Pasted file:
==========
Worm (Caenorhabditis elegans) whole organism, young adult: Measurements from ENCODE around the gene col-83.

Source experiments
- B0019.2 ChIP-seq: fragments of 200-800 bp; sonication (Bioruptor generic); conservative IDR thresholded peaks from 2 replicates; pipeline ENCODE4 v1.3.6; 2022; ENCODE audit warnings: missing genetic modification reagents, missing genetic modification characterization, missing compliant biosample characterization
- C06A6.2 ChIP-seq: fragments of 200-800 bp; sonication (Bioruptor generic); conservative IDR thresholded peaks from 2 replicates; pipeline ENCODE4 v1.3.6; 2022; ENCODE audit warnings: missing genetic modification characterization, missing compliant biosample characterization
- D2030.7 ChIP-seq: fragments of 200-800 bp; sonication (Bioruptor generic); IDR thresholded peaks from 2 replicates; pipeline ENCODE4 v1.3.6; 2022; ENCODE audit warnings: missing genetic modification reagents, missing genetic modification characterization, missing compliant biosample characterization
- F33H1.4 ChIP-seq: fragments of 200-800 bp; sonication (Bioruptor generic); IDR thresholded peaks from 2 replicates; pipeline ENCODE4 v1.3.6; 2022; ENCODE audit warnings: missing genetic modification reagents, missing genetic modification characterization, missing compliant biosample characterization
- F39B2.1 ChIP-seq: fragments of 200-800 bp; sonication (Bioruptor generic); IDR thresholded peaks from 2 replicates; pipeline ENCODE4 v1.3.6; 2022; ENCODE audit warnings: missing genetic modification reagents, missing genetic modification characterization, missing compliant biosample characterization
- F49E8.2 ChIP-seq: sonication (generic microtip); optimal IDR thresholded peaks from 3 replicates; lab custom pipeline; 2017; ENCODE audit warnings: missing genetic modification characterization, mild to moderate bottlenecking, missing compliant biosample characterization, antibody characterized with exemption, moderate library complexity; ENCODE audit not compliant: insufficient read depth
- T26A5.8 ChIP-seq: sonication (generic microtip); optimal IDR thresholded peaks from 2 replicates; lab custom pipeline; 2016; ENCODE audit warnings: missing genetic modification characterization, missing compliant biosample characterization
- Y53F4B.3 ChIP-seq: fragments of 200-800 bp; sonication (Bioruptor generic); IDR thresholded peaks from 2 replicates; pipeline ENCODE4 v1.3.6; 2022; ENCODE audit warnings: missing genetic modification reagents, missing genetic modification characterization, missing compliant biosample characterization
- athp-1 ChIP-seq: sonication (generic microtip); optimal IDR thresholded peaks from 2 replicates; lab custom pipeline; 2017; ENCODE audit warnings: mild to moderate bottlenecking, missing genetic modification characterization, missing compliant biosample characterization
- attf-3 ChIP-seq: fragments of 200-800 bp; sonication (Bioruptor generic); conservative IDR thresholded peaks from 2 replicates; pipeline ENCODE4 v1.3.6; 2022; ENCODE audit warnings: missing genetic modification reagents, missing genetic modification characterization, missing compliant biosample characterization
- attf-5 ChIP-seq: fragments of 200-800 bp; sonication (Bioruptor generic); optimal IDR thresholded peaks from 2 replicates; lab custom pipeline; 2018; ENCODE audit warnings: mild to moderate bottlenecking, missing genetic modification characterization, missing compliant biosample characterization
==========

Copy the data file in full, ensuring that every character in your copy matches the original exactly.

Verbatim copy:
Worm (Caenorhabditis elegans) whole organism, young adult: Measurements from ENCODE around the gene col-83.

Source experiments
- B0019.2 ChIP-seq: fragments of 200-800 bp; sonication (Bioruptor generic); conservative IDR thresholded peaks from 2 replicates; pipeline ENCODE4 v1.3.6; 2022; ENCODE audit warnings: missing genetic modification reagents, missing genetic modification characterization, missing compliant biosample characterization
- C06A6.2 ChIP-seq: fragments of 200-800 bp; sonication (Bioruptor generic); conservative IDR thresholded peaks from 2 replicates; pipeline ENCODE4 v1.3.6; 2022; ENCODE audit warnings: missing genetic modification characterization, missing compliant biosample characterization
- D2030.7 ChIP-seq: fragments of 200-800 bp; sonication (Bioruptor generic); IDR thresholded peaks from 2 replicates; pipeline ENCODE4 v1.3.6; 2022; ENCODE audit warnings: missing genetic modification reagents, missing genetic modification characterization, missing compliant biosample characterization
- F33H1.4 ChIP-seq: fragments of 200-800 bp; sonication (Bioruptor generic); IDR thresholded peaks from 2 replicates; pipeline ENCODE4 v1.3.6; 2022; ENCODE audit warnings: missing genetic modification reagents, missing genetic modification characterization, missing compliant biosample characterization
- F39B2.1 ChIP-seq: fragments of 200-800 bp; sonication (Bioruptor generic); IDR thresholded peaks from 2 replicates; pipeline ENCODE4 v1.3.6; 2022; ENCODE audit warnings: missing genetic modification reagents, missing genetic modification characterization, missing compliant biosample characterization
- F49E8.2 ChIP-seq: sonication (generic microtip); optimal IDR thresholded peaks from 3 replicates; lab custom pipeline; 2017; ENCODE audit warnings: missing genetic modification characterization, mild to moderate bottlenecking, missing compliant biosample characterization, antibody characterized with exemption, moderate library complexity; ENCODE audit not compliant: insufficient read depth
- T26A5.8 ChIP-seq: sonication (generic microtip); optimal IDR thresholded peaks from 2 replicates; lab custom pipeline; 2016; ENCODE audit warnings: missing genetic modification characterization, missing compliant biosample characterization
- Y53F4B.3 ChIP-seq: fragments of 200-800 bp; sonication (Bioruptor generic); IDR thresholded peaks from 2 replicates; pipeline ENCODE4 v1.3.6; 2022; ENCODE audit warnings: missing genetic modification reagents, missing genetic modification characterization, missing compliant biosample characterization
- athp-1 ChIP-seq: sonication (generic microtip); optimal IDR thresholded peaks from 2 replicates; lab custom pipeline; 2017; ENCODE audit warnings: mild to moderate bottlenecking, missing genetic modification characterization, missing compliant biosample characterization
- attf-3 ChIP-seq: fragments of 200-800 bp; sonication (Bioruptor generic); conservative IDR thresholded peaks from 2 replicates; pipeline ENCODE4 v1.3.6; 2022; ENCODE audit warnings: missing genetic modification reagents, missing genetic modification characterization, missing compliant biosample characterization
- attf-5 ChIP-seq: fragments of 200-800 bp; sonication (Bioruptor generic); optimal IDR thresholded peaks from 2 replicates; lab custom pipeline; 2018; ENCODE audit warnings: mild to moderate bottlenecking, missing genetic modification characterization, missing compliant biosample characterization